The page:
In countless rooms the art was the room itself, not just the pieces displayed in the rooms. The best artists of the day were commissioned to paint these rooms, some of which were used as "royal" residences before the Vatican Museum became a museum.

I am not ready to have this type of art painted in my home, but it sure is impressive

Note that the big light in the bottom of the picture is taller than the people in the room - at the height of the big doorways - the scale is huge.


The museum is not just history of Western or Christian Culture - This is a Japanese Shogun outfit on the right, and the dress-up outfit from a Chinese warrior on the left.

This stained glass window was displayed in front of an open window. It was amazing how many people were taking flash pictures, which would not show the beauty of the light coming through the glass.

It is also a bit of Science Museum. They not only explained embalming and mummification, but had an actual ancient mummy on display. (Many of the church altars in Rome have Saints or Popes in their altars - entire bodies or skeletons, not just a relic fragment. Of course, this guy was older than the saints).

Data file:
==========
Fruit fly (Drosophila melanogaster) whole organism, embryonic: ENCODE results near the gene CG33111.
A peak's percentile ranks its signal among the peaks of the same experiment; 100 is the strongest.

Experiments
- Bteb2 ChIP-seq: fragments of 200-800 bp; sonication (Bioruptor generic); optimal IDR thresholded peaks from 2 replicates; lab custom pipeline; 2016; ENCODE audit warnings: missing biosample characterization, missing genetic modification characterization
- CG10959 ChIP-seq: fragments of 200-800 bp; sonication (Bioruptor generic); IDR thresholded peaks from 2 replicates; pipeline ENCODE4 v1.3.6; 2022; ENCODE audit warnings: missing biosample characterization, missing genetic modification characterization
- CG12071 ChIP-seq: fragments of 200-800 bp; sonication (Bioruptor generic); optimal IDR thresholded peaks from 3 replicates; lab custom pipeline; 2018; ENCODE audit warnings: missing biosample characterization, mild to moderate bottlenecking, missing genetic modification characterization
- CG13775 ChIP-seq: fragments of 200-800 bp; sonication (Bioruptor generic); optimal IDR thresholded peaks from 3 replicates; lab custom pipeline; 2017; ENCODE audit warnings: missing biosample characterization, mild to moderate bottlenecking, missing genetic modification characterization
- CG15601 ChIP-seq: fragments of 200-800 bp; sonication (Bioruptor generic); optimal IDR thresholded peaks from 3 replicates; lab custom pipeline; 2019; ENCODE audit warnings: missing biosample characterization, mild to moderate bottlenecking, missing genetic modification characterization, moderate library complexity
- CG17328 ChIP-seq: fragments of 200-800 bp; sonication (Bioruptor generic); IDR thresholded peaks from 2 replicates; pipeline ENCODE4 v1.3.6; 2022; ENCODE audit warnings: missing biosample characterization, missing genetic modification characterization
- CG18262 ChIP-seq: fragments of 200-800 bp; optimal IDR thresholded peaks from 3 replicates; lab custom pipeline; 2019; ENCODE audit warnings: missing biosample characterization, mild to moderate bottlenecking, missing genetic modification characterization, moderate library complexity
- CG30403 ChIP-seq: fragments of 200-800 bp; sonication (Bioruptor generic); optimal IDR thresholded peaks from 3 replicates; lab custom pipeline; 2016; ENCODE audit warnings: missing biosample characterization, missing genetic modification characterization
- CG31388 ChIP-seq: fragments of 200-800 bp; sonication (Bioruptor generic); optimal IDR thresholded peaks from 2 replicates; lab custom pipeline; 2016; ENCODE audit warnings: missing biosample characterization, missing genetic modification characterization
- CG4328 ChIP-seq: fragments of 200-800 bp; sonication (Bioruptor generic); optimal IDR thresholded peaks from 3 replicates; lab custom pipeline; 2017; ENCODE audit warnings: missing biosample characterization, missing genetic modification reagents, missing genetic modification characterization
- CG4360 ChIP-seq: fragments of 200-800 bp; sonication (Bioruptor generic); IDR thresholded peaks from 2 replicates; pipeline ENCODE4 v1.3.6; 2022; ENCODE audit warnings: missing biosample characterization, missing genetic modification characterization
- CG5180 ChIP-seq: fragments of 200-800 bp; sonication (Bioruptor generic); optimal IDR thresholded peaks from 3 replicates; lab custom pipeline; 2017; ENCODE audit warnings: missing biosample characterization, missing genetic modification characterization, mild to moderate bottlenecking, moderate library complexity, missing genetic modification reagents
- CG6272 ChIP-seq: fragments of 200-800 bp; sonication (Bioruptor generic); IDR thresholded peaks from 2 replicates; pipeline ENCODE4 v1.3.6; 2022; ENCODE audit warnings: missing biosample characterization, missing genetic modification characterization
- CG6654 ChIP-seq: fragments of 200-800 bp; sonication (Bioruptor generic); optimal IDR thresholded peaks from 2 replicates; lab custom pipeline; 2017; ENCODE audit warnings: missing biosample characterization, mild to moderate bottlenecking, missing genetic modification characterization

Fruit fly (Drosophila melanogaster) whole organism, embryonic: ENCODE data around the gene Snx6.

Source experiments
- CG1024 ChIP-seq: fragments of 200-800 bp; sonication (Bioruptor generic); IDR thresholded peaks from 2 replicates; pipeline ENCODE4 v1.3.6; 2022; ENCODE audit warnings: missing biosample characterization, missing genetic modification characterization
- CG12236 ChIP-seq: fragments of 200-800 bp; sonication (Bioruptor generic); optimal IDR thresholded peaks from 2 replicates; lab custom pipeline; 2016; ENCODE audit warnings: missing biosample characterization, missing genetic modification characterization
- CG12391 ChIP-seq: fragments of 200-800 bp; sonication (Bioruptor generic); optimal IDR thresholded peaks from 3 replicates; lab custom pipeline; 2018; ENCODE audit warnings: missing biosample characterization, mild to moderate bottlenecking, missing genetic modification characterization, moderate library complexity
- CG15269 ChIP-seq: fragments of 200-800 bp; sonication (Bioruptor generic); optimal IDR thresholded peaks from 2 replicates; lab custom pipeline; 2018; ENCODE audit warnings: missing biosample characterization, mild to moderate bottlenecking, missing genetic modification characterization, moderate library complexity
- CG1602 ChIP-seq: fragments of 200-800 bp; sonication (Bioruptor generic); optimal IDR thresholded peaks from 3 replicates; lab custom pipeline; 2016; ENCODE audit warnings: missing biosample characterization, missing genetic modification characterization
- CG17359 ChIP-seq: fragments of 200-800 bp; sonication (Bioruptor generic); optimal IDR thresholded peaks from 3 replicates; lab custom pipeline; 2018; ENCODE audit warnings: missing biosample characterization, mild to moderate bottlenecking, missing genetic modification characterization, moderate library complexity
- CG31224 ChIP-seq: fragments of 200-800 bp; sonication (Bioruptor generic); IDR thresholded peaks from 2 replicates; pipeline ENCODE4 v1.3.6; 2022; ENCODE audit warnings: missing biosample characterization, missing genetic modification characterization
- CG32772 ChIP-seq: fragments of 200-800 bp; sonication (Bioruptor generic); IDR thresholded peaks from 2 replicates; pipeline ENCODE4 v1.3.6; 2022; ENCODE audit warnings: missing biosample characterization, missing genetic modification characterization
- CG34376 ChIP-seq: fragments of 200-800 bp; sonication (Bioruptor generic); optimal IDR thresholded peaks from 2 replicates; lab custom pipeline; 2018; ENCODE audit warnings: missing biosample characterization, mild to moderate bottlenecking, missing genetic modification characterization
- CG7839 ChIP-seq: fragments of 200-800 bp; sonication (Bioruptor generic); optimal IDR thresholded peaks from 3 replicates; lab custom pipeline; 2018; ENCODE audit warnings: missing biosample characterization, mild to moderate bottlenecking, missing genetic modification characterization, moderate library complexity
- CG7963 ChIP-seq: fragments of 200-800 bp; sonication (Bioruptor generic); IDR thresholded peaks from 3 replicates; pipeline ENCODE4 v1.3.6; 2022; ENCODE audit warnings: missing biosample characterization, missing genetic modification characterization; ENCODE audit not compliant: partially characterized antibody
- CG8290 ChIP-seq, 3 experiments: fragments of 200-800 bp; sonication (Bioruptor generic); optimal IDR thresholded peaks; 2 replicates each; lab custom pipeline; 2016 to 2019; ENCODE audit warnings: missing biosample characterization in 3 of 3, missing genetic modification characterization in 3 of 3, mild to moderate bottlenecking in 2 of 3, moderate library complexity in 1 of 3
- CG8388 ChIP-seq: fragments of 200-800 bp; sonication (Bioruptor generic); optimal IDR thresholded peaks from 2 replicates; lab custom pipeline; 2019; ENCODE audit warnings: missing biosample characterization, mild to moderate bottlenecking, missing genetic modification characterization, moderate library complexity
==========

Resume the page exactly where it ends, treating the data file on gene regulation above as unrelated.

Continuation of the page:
Some of the art was new (if I remember right, about 60 rooms of new art). The metal sculpture told a story with three groups on each side of the room, approaching "heaven" in the center - at the right of this picture.

Many of the hallways are lined with hundreds (literally) of cabinets containing smaller items such as gifts collected by the popes. Most of the cabinets are painted institutional colors from the 1930s, but some are beautiful in themselves... I couldn't resist a picture of this open cabinet, even though the intent is to display the contents, not the cabinet. Gradually they are converting the cabinets from storage to display.

Here is one of the cabinets that has been converted to display ... long enough ago that it was time to clean and dust.